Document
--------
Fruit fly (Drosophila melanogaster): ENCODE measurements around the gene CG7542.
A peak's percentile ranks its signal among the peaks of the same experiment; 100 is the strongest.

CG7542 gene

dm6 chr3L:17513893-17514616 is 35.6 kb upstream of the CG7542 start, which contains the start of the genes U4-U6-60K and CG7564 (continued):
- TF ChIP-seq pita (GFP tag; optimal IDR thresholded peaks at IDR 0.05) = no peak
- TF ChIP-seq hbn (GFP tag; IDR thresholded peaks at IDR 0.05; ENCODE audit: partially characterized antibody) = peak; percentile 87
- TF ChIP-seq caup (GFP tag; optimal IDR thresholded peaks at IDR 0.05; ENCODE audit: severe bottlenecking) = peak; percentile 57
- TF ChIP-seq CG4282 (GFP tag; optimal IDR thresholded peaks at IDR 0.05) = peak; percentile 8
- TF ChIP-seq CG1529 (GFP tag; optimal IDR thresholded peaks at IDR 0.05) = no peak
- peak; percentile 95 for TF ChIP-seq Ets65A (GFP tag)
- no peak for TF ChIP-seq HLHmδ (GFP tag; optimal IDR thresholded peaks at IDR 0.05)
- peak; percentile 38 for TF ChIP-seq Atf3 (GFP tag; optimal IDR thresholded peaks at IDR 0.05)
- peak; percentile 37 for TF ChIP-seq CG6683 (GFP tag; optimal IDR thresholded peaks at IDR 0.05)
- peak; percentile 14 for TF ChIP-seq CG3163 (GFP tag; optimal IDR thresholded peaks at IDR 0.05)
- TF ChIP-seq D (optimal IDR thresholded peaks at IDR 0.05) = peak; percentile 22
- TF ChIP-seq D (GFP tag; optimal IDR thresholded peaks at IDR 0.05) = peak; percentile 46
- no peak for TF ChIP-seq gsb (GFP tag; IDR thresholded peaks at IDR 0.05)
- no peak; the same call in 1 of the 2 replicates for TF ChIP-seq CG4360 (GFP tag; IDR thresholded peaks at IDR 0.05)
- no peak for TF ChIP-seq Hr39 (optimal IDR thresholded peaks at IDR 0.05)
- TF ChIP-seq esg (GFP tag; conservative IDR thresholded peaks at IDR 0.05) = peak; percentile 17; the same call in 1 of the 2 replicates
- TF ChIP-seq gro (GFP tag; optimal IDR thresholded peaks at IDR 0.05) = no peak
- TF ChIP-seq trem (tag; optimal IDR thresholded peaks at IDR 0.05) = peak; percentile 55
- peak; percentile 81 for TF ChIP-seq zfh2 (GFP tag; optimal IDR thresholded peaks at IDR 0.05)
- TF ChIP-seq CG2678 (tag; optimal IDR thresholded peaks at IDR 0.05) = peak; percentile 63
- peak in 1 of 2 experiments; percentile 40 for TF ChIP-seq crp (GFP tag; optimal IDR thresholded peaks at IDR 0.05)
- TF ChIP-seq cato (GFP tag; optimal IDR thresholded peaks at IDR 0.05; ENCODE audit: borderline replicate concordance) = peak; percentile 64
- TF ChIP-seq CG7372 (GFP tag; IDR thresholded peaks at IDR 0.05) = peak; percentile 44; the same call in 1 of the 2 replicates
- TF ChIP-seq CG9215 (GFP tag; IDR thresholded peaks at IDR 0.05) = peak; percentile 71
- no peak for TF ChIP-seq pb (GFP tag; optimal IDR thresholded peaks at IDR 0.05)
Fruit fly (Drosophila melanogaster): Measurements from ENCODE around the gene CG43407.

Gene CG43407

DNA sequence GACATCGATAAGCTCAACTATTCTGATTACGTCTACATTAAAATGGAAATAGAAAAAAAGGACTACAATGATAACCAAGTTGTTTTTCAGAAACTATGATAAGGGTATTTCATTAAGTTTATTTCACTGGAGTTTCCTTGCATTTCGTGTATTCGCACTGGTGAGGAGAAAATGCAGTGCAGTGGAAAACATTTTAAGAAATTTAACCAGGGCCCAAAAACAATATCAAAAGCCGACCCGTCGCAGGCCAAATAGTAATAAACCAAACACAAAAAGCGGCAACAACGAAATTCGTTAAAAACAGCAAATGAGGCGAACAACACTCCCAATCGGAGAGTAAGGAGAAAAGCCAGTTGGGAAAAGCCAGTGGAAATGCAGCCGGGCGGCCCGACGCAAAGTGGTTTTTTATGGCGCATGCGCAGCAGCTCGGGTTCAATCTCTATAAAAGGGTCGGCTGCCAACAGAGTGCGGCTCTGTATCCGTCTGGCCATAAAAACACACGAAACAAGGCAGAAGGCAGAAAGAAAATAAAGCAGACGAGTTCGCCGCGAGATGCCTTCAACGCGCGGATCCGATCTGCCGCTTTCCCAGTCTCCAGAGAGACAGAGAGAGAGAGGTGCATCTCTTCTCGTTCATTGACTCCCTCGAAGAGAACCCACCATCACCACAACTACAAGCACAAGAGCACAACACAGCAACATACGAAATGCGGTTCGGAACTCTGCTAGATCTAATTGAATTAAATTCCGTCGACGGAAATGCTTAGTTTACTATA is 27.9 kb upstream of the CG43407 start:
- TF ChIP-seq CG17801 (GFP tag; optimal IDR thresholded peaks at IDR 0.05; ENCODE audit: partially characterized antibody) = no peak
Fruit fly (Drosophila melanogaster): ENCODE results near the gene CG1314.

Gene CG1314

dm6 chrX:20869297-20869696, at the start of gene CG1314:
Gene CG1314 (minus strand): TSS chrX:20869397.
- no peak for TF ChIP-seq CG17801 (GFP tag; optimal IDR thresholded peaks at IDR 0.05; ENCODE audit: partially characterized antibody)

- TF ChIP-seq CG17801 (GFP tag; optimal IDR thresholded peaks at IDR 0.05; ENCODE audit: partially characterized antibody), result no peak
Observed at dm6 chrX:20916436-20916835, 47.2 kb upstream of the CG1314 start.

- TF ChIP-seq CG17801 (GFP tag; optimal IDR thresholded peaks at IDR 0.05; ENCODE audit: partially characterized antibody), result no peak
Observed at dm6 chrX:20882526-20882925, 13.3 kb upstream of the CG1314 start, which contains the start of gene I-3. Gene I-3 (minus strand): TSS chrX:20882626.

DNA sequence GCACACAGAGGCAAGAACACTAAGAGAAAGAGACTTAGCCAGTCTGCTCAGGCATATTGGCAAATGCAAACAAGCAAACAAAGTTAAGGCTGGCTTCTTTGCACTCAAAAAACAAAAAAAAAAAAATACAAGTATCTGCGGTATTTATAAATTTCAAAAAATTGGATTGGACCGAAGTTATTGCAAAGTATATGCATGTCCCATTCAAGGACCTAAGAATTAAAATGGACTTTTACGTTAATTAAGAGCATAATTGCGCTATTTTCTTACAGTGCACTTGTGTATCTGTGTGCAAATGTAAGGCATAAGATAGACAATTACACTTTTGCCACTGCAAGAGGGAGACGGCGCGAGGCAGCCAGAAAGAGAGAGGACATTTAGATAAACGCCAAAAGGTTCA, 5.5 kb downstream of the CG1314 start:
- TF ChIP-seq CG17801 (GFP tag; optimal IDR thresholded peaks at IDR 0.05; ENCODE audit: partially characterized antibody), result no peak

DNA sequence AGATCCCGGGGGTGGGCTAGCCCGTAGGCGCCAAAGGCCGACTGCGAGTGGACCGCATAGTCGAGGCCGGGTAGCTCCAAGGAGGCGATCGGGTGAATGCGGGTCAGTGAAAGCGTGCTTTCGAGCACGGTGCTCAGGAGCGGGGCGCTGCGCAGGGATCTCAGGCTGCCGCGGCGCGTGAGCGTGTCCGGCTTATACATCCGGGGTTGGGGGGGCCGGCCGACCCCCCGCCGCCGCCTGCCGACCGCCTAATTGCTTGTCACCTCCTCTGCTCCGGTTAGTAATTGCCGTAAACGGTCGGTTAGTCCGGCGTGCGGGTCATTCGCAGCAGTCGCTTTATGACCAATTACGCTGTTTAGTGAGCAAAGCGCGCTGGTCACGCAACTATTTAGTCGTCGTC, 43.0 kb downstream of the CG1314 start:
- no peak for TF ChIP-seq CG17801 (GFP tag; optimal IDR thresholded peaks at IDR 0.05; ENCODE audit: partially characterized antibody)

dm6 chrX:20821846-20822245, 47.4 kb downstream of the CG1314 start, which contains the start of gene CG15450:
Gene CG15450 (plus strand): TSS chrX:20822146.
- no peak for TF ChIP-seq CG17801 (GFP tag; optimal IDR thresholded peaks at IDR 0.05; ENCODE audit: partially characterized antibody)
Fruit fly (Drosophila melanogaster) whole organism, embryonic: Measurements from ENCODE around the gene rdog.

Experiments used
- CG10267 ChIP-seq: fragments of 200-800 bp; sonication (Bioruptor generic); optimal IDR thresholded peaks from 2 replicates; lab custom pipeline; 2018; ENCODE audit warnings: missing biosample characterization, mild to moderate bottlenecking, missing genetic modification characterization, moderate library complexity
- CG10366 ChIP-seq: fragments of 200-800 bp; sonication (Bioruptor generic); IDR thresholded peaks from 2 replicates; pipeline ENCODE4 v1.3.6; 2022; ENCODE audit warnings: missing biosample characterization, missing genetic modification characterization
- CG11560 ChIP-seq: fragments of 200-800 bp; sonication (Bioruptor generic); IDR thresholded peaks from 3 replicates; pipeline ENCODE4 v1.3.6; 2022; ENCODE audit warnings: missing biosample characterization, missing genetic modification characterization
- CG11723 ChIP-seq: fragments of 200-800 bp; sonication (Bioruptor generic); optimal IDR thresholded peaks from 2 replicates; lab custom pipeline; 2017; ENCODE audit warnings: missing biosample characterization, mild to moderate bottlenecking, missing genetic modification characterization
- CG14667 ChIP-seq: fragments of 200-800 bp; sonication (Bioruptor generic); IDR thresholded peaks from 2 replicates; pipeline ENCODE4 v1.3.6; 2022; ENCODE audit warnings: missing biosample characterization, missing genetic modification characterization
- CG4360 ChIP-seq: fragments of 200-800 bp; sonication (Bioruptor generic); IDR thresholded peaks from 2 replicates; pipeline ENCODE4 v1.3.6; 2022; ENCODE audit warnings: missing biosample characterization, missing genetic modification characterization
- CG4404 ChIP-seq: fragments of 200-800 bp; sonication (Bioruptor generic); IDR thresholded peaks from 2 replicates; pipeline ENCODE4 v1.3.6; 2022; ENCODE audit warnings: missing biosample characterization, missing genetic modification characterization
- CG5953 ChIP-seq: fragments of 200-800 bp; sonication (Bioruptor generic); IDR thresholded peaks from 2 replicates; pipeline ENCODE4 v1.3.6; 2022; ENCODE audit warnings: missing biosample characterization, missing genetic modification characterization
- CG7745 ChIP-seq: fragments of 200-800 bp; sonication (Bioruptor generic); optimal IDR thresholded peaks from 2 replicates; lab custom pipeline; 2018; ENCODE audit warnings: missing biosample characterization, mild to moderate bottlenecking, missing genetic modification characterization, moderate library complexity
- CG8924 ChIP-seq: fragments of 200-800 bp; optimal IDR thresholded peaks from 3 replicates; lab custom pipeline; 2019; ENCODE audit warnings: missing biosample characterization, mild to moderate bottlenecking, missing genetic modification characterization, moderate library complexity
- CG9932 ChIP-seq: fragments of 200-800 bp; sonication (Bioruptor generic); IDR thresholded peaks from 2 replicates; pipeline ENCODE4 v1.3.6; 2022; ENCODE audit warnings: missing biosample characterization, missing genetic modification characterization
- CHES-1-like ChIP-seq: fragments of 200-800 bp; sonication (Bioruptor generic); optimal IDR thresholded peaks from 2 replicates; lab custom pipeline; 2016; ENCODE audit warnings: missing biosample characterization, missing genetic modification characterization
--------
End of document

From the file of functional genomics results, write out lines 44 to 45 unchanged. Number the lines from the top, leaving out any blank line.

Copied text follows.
- TF ChIP-seq CG17801 (GFP tag; optimal IDR thresholded peaks at IDR 0.05; ENCODE audit: partially characterized antibody), result no peak

DNA sequence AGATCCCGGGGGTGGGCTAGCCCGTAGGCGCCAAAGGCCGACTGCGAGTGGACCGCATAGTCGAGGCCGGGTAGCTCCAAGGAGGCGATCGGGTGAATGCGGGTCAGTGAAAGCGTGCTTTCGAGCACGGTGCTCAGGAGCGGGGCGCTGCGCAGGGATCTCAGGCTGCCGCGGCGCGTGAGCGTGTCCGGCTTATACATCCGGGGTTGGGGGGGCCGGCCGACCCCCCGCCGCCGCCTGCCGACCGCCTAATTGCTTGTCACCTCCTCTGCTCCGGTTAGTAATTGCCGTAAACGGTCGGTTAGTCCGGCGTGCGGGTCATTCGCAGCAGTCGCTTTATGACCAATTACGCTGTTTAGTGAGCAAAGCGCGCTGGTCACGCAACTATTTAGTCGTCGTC, 43.0 kb downstream of the CG1314 start: